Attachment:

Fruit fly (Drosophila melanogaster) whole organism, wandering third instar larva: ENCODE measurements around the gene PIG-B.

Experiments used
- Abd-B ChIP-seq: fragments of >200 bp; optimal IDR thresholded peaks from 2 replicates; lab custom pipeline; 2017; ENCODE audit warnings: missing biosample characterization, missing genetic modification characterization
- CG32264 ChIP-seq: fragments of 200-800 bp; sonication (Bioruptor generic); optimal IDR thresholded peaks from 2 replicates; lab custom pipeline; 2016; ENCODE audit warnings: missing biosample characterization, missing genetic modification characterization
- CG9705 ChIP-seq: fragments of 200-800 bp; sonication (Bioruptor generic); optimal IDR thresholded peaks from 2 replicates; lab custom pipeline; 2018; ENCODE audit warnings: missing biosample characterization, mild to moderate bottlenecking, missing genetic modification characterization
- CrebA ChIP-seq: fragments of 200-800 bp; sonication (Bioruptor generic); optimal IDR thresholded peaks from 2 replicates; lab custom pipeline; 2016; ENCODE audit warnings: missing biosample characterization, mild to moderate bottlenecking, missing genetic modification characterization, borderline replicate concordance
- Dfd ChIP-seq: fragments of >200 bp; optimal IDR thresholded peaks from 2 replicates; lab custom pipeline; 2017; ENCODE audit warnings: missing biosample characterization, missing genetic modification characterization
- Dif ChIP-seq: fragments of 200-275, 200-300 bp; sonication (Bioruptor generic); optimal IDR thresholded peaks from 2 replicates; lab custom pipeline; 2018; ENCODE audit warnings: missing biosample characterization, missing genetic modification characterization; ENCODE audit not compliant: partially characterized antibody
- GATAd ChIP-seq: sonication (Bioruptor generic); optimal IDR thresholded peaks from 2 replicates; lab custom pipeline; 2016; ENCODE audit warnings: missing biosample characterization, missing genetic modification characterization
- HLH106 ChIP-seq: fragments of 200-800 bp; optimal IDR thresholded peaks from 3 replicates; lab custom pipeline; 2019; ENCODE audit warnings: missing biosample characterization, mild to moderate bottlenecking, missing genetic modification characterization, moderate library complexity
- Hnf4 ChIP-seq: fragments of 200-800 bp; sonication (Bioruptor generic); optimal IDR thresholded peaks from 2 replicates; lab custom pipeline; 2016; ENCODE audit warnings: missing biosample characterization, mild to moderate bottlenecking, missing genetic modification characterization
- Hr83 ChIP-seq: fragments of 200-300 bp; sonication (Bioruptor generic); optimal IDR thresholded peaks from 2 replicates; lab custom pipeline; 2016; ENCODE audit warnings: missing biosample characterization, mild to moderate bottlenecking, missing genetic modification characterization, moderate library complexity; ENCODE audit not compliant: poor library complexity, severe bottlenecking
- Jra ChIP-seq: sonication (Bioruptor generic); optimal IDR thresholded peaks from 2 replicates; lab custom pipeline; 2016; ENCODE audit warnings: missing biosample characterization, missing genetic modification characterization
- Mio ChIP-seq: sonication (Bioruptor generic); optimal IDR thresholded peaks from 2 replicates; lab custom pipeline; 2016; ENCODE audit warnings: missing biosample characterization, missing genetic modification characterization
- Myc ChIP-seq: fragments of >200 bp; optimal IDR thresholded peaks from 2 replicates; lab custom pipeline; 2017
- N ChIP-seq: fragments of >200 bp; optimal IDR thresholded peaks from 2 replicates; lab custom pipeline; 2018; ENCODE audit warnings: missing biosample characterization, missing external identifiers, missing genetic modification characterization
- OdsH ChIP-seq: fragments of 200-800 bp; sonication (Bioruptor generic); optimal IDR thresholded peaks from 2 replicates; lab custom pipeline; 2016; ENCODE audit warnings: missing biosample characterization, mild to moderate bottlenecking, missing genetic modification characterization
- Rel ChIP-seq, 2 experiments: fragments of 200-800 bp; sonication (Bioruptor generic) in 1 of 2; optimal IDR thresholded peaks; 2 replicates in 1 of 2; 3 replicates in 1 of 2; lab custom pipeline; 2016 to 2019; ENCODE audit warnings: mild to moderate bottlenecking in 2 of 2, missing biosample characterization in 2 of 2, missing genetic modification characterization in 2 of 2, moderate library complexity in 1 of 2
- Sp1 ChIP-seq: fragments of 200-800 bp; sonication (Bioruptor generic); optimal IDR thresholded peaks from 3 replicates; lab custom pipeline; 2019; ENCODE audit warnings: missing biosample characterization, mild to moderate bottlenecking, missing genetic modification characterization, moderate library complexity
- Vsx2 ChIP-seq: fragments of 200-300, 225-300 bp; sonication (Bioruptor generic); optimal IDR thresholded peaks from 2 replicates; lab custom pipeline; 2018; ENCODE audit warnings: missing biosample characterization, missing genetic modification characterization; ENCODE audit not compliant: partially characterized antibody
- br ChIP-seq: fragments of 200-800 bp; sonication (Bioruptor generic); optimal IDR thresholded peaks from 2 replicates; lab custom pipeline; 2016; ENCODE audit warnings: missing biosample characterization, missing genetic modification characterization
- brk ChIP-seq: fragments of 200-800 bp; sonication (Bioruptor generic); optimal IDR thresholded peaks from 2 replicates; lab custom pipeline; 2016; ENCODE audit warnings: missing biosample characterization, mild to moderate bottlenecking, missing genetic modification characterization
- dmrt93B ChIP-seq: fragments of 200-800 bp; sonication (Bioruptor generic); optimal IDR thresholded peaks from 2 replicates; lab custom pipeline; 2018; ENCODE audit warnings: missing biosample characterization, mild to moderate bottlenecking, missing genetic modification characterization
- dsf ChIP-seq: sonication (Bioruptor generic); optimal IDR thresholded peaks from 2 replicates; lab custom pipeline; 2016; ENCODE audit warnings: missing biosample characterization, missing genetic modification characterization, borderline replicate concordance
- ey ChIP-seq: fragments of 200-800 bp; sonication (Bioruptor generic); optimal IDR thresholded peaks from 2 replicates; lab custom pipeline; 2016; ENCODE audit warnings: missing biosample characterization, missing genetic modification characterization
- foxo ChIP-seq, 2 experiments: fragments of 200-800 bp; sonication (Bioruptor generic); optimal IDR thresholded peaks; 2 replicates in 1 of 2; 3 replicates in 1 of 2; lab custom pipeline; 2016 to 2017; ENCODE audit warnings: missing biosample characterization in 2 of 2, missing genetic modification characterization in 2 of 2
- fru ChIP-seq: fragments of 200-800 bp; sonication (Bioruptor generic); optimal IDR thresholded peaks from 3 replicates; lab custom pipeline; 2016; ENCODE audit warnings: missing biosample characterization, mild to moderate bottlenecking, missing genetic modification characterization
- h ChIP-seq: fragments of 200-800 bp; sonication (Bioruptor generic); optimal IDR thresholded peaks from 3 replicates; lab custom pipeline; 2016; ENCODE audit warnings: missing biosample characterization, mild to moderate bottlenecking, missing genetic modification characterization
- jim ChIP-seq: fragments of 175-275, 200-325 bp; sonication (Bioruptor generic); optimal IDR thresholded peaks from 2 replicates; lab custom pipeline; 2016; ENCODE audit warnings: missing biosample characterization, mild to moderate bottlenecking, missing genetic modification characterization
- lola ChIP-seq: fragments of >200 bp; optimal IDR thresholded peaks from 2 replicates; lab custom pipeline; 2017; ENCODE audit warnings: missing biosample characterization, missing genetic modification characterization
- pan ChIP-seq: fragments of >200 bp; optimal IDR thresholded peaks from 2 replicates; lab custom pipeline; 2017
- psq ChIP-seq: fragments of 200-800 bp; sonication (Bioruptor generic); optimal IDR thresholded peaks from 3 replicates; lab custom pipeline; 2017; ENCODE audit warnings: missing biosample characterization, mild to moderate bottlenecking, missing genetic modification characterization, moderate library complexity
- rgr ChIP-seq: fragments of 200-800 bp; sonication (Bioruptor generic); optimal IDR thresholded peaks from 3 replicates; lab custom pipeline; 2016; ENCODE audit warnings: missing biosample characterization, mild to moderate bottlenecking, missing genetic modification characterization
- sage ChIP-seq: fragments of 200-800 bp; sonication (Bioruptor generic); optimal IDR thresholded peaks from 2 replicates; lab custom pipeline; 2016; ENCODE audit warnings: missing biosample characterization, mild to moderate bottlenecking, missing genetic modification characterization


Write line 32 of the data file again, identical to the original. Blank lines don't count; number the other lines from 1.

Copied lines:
- psq ChIP-seq: fragments of 200-800 bp; sonication (Bioruptor generic); optimal IDR thresholded peaks from 3 replicates; lab custom pipeline; 2017; ENCODE audit warnings: missing biosample characterization, mild to moderate bottlenecking, missing genetic modification characterization, moderate library complexity